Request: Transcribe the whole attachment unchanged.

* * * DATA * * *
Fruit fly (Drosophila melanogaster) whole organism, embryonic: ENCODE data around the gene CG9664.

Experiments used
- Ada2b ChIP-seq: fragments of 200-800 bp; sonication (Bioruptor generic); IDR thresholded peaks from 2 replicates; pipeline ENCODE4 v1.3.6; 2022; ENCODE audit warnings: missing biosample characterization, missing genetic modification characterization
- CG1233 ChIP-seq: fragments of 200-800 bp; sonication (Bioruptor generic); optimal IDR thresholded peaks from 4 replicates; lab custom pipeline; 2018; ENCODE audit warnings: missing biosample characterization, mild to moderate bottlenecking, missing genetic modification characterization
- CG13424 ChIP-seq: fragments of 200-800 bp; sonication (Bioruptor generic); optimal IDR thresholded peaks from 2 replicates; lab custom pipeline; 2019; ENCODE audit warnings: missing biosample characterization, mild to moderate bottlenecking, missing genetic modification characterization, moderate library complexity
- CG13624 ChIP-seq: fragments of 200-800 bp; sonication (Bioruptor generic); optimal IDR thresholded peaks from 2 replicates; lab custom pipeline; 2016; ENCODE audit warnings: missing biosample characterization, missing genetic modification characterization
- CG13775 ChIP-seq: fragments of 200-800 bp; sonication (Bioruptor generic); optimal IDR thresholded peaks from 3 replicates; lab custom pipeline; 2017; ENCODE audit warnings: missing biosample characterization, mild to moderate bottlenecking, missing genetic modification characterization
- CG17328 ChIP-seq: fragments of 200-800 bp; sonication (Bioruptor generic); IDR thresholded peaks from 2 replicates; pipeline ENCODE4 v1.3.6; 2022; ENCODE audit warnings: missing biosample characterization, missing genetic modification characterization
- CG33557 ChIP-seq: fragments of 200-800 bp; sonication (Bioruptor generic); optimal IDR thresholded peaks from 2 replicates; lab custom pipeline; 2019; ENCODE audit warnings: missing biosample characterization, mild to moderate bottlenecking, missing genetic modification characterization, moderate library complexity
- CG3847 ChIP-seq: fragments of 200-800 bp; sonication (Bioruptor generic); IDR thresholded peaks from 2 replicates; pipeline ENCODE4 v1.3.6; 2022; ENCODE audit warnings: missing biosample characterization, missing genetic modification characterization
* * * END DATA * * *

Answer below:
Fruit fly (Drosophila melanogaster) whole organism, embryonic: ENCODE data around the gene CG9664.

Experiments used
- Ada2b ChIP-seq: fragments of 200-800 bp; sonication (Bioruptor generic); IDR thresholded peaks from 2 replicates; pipeline ENCODE4 v1.3.6; 2022; ENCODE audit warnings: missing biosample characterization, missing genetic modification characterization
- CG1233 ChIP-seq: fragments of 200-800 bp; sonication (Bioruptor generic); optimal IDR thresholded peaks from 4 replicates; lab custom pipeline; 2018; ENCODE audit warnings: missing biosample characterization, mild to moderate bottlenecking, missing genetic modification characterization
- CG13424 ChIP-seq: fragments of 200-800 bp; sonication (Bioruptor generic); optimal IDR thresholded peaks from 2 replicates; lab custom pipeline; 2019; ENCODE audit warnings: missing biosample characterization, mild to moderate bottlenecking, missing genetic modification characterization, moderate library complexity
- CG13624 ChIP-seq: fragments of 200-800 bp; sonication (Bioruptor generic); optimal IDR thresholded peaks from 2 replicates; lab custom pipeline; 2016; ENCODE audit warnings: missing biosample characterization, missing genetic modification characterization
- CG13775 ChIP-seq: fragments of 200-800 bp; sonication (Bioruptor generic); optimal IDR thresholded peaks from 3 replicates; lab custom pipeline; 2017; ENCODE audit warnings: missing biosample characterization, mild to moderate bottlenecking, missing genetic modification characterization
- CG17328 ChIP-seq: fragments of 200-800 bp; sonication (Bioruptor generic); IDR thresholded peaks from 2 replicates; pipeline ENCODE4 v1.3.6; 2022; ENCODE audit warnings: missing biosample characterization, missing genetic modification characterization
- CG33557 ChIP-seq: fragments of 200-800 bp; sonication (Bioruptor generic); optimal IDR thresholded peaks from 2 replicates; lab custom pipeline; 2019; ENCODE audit warnings: missing biosample characterization, mild to moderate bottlenecking, missing genetic modification characterization, moderate library complexity
- CG3847 ChIP-seq: fragments of 200-800 bp; sonication (Bioruptor generic); IDR thresholded peaks from 2 replicates; pipeline ENCODE4 v1.3.6; 2022; ENCODE audit warnings: missing biosample characterization, missing genetic modification characterization